What is “Pay for Play?”

No think tank wants to be known as a “pay for play” organization, but the concept is rather like “pornography.”  People think they know “pay for play” when they see it, but its necessary and sufficient conditions remain obscure.  That’s too bad, because think tanks have a lively interest in determining exactly what “pay for play” ought to mean.  You can’t make policies about something unless you can define it.

Perhaps it is easier to say what “pay for play” is not.  The aspersion can’t simply refer to an earmarked donation from a benefactor with a passionate ideological conviction.  Think tanks like the Heritage Foundation, the Center for American Progress, and the Cato Institute attract support from individuals who want to advance a particular conception of a just society, and such donors often have a favorite issue.  I used to work on education policy at Cato.  I never fundraised, but I sensed that my work was easy to support because libertarian philanthropists tend to care deeply about school reform.  Research support is not ethically suspect just because a supporter, unsurprisingly, considers the research important.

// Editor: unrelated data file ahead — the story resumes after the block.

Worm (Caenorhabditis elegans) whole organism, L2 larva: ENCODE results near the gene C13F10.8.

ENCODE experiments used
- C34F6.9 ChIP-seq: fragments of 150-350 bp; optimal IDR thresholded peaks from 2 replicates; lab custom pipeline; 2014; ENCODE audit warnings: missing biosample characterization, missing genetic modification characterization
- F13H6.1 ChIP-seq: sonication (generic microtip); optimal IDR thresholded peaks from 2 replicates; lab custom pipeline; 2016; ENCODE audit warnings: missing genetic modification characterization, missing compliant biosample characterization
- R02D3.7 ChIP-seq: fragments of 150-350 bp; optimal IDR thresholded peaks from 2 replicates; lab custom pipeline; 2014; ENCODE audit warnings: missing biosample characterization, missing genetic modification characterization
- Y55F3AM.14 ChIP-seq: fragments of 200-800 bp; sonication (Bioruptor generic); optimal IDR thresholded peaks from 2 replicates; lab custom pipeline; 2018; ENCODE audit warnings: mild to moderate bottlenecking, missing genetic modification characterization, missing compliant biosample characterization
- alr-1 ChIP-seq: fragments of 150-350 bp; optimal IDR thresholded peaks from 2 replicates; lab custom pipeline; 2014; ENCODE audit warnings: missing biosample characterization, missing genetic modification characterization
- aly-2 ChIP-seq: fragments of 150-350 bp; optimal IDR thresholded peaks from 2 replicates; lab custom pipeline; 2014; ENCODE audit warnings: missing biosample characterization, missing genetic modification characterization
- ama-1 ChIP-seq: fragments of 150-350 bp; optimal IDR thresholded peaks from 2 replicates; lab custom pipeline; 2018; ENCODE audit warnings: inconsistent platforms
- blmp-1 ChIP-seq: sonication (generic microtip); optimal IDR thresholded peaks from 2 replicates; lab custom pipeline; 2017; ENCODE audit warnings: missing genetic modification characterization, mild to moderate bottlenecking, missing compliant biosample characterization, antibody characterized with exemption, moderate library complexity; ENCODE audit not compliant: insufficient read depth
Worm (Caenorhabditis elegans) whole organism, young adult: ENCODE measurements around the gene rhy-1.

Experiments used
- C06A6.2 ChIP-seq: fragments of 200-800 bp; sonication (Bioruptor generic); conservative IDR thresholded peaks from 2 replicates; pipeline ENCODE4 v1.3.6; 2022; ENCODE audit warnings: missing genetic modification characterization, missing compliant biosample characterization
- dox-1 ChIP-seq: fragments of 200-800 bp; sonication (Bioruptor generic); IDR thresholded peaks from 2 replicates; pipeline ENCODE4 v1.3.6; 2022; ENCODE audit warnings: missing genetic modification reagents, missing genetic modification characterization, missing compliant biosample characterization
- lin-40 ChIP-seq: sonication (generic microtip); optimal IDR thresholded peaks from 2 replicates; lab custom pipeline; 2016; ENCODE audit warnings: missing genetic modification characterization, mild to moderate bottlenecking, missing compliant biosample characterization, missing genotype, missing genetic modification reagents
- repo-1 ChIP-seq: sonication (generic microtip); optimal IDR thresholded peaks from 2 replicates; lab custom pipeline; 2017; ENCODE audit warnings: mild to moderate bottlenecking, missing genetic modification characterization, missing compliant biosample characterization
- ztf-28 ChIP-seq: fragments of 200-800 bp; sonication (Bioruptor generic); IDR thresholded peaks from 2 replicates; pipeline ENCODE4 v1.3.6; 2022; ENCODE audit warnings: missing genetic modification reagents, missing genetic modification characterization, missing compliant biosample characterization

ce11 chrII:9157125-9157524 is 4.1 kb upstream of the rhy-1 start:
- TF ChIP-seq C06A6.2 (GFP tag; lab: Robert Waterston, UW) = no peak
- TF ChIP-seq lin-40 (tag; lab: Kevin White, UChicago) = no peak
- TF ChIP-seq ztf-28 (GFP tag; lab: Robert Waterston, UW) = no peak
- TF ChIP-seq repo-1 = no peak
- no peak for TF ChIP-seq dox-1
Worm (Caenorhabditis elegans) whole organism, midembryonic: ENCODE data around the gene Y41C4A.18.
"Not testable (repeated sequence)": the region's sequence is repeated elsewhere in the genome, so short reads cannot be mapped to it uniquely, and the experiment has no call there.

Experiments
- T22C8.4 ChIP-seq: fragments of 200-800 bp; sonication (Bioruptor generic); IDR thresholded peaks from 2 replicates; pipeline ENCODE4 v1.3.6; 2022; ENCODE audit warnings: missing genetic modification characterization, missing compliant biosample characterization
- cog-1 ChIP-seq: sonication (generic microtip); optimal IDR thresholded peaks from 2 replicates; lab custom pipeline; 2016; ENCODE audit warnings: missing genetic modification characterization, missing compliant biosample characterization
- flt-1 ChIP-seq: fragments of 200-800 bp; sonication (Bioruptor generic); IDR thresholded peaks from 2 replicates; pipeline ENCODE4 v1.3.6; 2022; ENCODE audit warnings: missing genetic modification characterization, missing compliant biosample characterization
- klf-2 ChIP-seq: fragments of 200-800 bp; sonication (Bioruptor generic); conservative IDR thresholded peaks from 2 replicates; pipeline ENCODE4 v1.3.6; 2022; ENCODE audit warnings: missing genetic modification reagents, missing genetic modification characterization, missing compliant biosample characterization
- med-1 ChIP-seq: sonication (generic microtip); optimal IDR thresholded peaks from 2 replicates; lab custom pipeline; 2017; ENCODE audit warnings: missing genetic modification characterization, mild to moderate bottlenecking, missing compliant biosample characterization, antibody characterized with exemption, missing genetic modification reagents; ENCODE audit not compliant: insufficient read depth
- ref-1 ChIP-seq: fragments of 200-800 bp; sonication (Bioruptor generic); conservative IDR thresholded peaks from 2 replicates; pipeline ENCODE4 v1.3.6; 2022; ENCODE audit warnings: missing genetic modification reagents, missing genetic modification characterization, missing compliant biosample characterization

Nor is a contract between a think tank and a funder “pay for play” just because the think tank specifically agrees to answer that funder’s research question.  Such deals are usually called “contract research.”  The Urban Institute and the Rand Corporation do a lot of contract research for both public and private clients, and they receive nary a sideways glance for it.

Lack of timely disclosure is a common element of financial relationships that give rise to the occasional think tank scandal.  But all by itself, lack of disclosure seems insufficient to make a funding relationship an example of “pay for play.”  Most obviously, very small donations don’t seem to require disclosure.  The Heritage Foundation reports that it has “hundreds of thousands” of individual members, making it “the most broadly supported think tank in America.”  Heritage’s 2011 annual report lists hundreds, but certainly not hundreds of thousands, of supporters.  It doesn’t seem like a problem that the think tank does not disclose the identity of every small contributor.

Whether think tanks ought to disclose very large contributions is a more debatable question.  But even very large contributions can’t be characterized as “pay for play” if they are truly unconditional.  A posthumous gift of $1 million, conveyed anonymously by an executor to a lucky think tank, would probably be as welcome as the discovery of a buried treasure underneath the auditorium.